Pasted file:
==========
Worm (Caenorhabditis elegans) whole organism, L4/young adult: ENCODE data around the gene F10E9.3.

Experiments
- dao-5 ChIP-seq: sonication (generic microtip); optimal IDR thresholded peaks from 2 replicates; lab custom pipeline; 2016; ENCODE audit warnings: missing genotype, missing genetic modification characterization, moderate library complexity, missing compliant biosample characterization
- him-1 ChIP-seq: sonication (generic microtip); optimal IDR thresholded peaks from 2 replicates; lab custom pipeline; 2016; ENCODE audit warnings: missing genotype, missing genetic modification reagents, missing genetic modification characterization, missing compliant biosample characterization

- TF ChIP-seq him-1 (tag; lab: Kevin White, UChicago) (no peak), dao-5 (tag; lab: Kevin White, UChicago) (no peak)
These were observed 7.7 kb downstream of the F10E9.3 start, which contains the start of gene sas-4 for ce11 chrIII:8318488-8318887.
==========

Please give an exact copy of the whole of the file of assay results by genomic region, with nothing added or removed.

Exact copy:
Worm (Caenorhabditis elegans) whole organism, L4/young adult: ENCODE data around the gene F10E9.3.

Experiments
- dao-5 ChIP-seq: sonication (generic microtip); optimal IDR thresholded peaks from 2 replicates; lab custom pipeline; 2016; ENCODE audit warnings: missing genotype, missing genetic modification characterization, moderate library complexity, missing compliant biosample characterization
- him-1 ChIP-seq: sonication (generic microtip); optimal IDR thresholded peaks from 2 replicates; lab custom pipeline; 2016; ENCODE audit warnings: missing genotype, missing genetic modification reagents, missing genetic modification characterization, missing compliant biosample characterization

- TF ChIP-seq him-1 (tag; lab: Kevin White, UChicago) (no peak), dao-5 (tag; lab: Kevin White, UChicago) (no peak)
These were observed 7.7 kb downstream of the F10E9.3 start, which contains the start of gene sas-4 for ce11 chrIII:8318488-8318887.